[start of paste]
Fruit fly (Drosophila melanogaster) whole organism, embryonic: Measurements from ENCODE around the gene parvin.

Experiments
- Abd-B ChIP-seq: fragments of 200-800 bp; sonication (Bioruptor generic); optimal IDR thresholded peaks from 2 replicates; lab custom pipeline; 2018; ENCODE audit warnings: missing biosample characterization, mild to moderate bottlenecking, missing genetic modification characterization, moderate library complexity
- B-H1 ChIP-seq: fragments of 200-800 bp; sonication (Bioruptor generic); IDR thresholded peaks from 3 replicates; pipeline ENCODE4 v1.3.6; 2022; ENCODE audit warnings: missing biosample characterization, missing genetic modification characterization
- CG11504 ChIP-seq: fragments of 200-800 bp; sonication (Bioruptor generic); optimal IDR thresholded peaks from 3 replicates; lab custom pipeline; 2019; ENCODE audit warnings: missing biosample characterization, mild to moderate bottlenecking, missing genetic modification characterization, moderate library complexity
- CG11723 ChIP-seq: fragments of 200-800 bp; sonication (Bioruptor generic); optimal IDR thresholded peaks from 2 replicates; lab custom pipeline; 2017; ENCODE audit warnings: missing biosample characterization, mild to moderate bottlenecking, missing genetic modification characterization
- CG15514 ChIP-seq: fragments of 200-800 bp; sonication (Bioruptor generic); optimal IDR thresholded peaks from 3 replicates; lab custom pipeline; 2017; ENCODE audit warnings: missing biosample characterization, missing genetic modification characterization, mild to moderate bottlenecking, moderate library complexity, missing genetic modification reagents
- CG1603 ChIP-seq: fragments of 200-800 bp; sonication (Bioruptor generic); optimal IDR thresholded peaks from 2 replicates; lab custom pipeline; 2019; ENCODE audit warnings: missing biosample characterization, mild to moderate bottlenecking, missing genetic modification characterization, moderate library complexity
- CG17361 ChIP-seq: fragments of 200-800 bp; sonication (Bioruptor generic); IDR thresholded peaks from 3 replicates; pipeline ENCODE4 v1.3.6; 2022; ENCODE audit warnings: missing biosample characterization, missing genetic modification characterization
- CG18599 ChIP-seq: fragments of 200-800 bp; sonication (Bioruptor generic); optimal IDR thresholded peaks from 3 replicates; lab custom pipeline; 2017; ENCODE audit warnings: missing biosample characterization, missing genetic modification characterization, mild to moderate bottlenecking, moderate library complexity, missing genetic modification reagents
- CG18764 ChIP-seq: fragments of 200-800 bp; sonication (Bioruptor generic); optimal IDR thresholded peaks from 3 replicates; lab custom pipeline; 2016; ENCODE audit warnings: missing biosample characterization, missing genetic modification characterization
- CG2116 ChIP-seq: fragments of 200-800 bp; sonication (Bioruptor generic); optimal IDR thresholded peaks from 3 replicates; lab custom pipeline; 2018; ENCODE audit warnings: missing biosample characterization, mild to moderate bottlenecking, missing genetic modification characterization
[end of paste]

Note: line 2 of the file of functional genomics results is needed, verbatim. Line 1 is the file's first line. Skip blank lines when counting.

Experiments